The threshold issue in this case is one of legislative intent.6 Did the legislature intend to limit a trial court's discretion in deciding whether to allow an amended complaint alleging punitive damages to deciding only whether there was any evidence to support the punitive damage claim, or did the legislature intend that a trial court retain its discretion to deny such an amendment on grounds other than the sufficiency of the evidence? As with any other issue of statutory interpretation, in order to discern the legislature's intent, the first level of analysis requires us to examine the text and context of the statutes. PGE v. Bureau of Labor and Industries, 317 Or. 606, 610-12, 859 P.2d 1143 (1993).
When the provisions of ORCP 23 A are considered in conjunction with the provisions of former ORS 18.535, the following becomes evident. The first sentence of ORCP 23 A permits a pleading to be amended by a party once as a matter of course before a responsive pleading is served. However, under former ORS 18.535, a pleading could not contain a request for an award of punitive damages. Rather, “[a]t any time after the pleading is filed, a party may move the court to allow the party to amend the pleading to assert a claim for punitive damages.” Although under ORCP 23 A, a party could plead as a matter of course an amended pleading, former ORS 18.535 required that when an amended pleading contained a claim for punitive damages, leave of the court must first have been sought to file the amended pleading. Under ORS 174.020(2), when a general and a particular provision are inconsistent, the particular intent controls over the general intent. Because former ORS 18.535 is the more specific statute regarding the pleading of punitive damages, it controls over ORCP 23 A in the event of a conflict between the two rules.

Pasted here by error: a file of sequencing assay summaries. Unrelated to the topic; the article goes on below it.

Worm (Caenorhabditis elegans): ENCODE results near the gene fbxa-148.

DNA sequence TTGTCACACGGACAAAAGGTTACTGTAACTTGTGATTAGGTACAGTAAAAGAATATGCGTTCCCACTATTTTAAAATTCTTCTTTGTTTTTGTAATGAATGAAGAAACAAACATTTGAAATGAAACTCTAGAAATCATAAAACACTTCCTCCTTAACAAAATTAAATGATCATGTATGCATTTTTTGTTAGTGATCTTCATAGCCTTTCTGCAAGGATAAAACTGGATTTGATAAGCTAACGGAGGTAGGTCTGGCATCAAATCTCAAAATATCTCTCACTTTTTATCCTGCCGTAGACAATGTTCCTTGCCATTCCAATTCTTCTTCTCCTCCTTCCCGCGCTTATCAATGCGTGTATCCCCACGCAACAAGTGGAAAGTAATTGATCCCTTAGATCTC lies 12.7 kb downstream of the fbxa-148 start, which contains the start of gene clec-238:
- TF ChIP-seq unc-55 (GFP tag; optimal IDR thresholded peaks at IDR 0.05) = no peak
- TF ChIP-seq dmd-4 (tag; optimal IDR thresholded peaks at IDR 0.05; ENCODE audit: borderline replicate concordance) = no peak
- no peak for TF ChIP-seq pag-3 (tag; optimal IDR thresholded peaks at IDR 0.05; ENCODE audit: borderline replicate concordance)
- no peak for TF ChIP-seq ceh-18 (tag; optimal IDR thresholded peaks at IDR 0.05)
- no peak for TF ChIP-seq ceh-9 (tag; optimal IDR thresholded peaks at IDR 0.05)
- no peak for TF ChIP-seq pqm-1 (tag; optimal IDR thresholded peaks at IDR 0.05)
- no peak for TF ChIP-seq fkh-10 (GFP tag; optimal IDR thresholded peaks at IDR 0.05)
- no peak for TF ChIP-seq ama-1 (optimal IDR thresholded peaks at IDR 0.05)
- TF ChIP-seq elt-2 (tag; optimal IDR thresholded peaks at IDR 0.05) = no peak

The second sentence of ORCP 23 A, however, is not inconsistent, at least in part, with the provisions of former ORS 18.535. Under former ORS 18.535, a party may amend a pleading only by leave of the court or by written consent of the adverse party after a responsive pleading is served. Under the latter rule, “[a]t any time after the pleading is filed, a party may move the court to allow the party to amend the pleading to assert a claim for punitive damages.” However, ORCP 23 A thereafter directs the court to exercise its discretion to as to whether to grant the motion to amend “and leave shall be freely given when justice so requires.” In contrast, former ORS 18.535 provided that the court
“shall deny a motion to amend a pleading made under the provisions of this section if the court determines that the affidavits and supporting documentation submitted by the party seeking punitive damages fail to set forth specific facts supported by admissible evidence adequate to avoid the granting of a motion for a directed verdict to the party opposing the motion on the issue of punitive damages in a trial of the matter.”